Historical Markers
Karthaus Furnace Historical Marker
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Karthaus Furnace

Allegheny National Forest Region


Marker Location:
Pa. 879 in Karthaus

Dedication Date:
March 2, 1948

Behind the Marker

Facing the furnace from the lower part, right- hand side of the furnace. The hole at the bottom of this furnace is the Tuyere.
The remains of Karthaus Furnace, by Ian Straffin, Meadeville, Pa, 2005
Karthaus Furnace has the distinction of failing twice, first as a charcoal furnace and second as a coke-fueled furnace. Peter Karthaus operated the charcoal furnace. After emigrating from Germany he bought a large tract of land in Clearfield County. Seeking to exploit iron ore deposits and forests on his land, he partnered with the Rev. Frederick W. Geissenhainer and erected a furnace, forge, gristmill, and several large houses about 1817. However, the partners had little local market in the sparsely settled area and lacked adequate transportation to more distant markets. An observer noted, "Peter manufactured iron, but behold, there was no way to get it to market; he made ready his mills, but alas, people grew no grain in the woods, and, of course, his toll dish was not often filled. Peter's works were very complete, but they stood idle." The firm of Karthaus and Geissenhainer dissolved in 1818.

The remains of Karthaus Furnace
Remains of the Karthaus Furnace, Clearfield County, PA, circa 1890.
After an interval of almost two decades, two other groups of owners tried to make iron at Karthaus using a very different fuel. Peter Ritner and John Say built a new coke furnace in 1836. The Clearfield Coal and Iron Company, with four other partners, made pig iron with coke in 1838-1839. However, by the end of 1839, this firm also failed. The coke furnace went out of blast due to poor transportation and poor-quality iron ore.

The coke-fueled Karthaus Furnace was one of several furnaces that attempted unsuccessfully to use coke in the early nineteenth century. Thomas Lewis, who helped build the first puddling and rolling mill at Plumsock (markersee Meason House), was familiar with the use of coke in British iron furnaces. He was the first in America to use coke in a furnace, at Bear Creek Furnace, which opened in 1819 in Armstrong County. This furnace quickly closed down because of inadequate blast. Fairchance Furnace near Uniontown made coke iron in 1836, but the ironmasters were dissatisfied with the quality of their product and went back to charcoal fuel. Ironmasters at a furnace in Ferrandsville also tried firing their furnace with coke in 1837-1839, but abandoned the effort because of poor-quality coal.

These ironmasters attempted to use coke because western Pennsylvania was rich in bituminous coal from which coke was made. Yet, while many eastern Pennsylvania ironmasters, such as those at markerRobesonia Furnace were changing to anthracite coal as fuel, ironmasters in western Pennsylvania were slow to use bituminous coal and coke. One major impediment was the quality of the coke and bituminous coal.

The remains of Karthaus Furnace. There is a visible hole in the center where the blast pipe was fitted.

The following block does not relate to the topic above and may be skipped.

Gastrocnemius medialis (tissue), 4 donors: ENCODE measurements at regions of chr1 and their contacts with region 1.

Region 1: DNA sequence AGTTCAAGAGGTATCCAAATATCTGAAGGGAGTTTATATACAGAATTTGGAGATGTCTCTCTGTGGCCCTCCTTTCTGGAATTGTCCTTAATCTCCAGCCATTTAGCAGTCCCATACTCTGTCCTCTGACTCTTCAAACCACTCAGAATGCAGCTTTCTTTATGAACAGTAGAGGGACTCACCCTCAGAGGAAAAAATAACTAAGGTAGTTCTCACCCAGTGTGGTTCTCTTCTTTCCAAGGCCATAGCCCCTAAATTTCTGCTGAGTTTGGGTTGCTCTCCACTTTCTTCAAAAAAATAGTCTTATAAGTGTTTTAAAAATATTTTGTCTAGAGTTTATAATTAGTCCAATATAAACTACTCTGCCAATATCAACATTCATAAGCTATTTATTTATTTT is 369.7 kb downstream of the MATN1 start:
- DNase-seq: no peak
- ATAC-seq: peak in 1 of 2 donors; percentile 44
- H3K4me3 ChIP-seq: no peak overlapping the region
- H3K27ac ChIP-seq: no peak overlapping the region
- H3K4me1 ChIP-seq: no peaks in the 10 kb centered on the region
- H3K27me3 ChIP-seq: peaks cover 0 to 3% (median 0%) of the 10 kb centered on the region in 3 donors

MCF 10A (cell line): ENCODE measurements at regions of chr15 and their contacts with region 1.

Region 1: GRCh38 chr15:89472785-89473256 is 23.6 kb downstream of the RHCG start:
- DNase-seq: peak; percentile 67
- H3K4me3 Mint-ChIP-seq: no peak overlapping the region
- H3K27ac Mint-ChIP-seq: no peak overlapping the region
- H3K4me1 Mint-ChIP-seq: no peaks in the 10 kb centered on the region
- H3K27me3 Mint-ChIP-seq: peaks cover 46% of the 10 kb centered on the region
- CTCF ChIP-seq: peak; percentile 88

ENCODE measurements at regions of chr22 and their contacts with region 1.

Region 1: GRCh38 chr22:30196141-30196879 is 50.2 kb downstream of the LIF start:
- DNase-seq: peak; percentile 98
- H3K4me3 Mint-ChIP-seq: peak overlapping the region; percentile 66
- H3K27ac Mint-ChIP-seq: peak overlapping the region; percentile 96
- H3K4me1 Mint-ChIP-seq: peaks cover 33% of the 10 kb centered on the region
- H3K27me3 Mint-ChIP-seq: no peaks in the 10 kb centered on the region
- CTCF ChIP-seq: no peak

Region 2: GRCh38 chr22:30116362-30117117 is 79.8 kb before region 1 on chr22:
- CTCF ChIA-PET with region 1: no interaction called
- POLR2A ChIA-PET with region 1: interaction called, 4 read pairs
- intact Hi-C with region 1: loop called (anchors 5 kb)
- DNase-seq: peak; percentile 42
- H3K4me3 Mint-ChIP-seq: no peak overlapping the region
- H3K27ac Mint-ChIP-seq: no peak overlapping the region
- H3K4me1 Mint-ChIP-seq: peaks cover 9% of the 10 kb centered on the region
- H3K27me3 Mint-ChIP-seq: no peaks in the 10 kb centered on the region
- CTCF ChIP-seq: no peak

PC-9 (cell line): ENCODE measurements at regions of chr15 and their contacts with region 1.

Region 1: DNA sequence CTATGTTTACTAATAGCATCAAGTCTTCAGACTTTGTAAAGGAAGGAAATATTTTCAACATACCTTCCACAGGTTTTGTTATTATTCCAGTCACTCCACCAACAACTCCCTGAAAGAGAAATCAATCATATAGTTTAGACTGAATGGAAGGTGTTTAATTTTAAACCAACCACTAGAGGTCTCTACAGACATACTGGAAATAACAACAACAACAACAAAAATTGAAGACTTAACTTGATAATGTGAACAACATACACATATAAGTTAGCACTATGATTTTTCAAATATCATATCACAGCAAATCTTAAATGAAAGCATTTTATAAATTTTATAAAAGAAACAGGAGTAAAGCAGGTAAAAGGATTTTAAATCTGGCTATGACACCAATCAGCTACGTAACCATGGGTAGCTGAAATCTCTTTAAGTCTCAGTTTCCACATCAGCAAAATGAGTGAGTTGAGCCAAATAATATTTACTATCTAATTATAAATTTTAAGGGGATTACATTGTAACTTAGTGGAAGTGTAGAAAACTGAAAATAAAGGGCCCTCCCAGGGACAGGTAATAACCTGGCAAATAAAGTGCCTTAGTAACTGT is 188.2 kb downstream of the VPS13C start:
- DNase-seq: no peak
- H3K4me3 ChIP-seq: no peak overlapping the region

The remains of Karthaus Furnace, by Ian Straffin, Meadeville, Pa, 2005.
Before 1840 bituminous coal came from beds that had too many impurities, which contaminated the iron during the furnace smelting process. The coke-making process in use before 1840 did not drive off enough of these impurities to make coke iron feasible, as the owners of the Ferrandsville furnace discovered. However, during the 1840s, coal companies began to exploit the newly discovered Connellsville section of the markerPittsburgh bituminous seam. This coal had fewer impurities and proved to be superior for making coke. Also, beehive coke ovens came into use, which produced a higher quality coke than earlier coking methods had. Despite these advances in producing coke, there were only four coke-fueled furnaces erected by 1849.

Before coke furnaces could flourish, western Pennsylvania ironmasters had to overcome another major problem–the demand for and quality of coke iron. Before 1850 blacksmiths and other customers in the predominantly rural markets for western Pennsylvania iron demanded wrought iron made with charcoal, which they could fashion into a range of products. They did not want iron made in coke furnaces, which was less malleable and therefore less easily shaped. However, the markets for western Pennsylvania iron changed significantly during the 1850s. Customers increasingly demanded iron rails for expanding railroads, boilerplate for steam engines, and castings, all of which could be made from cheaper coke iron.
The remains of Karthaus Furnace and a close up look into the Tuyere.
The remains of Karthaus Furnace, by Ian Straffin, Meadeville, Pa, 2005.

Improved transportation, particularly construction of the Pennsylvania Railroad to Pittsburgh, also helped widen markets and increase demand. By 1856 twenty-one coke furnaces in western Pennsylvania produced 40,000 tons of pig iron annually. This was still a small fraction of the total iron manufactured in Pennsylvania, but by then coke furnaces had begun to take off.

When Peter Karthaus built his furnace in 1817, he used the only fuel that had proven successful in Pennsylvania–charcoal. His successors who attempted to use coke were ahead of their time. It took ironmasters, coal and coke companies, and changes in markets and transportation until the 1850s to overcome problems that had forestalled earlier attempts to use coke.
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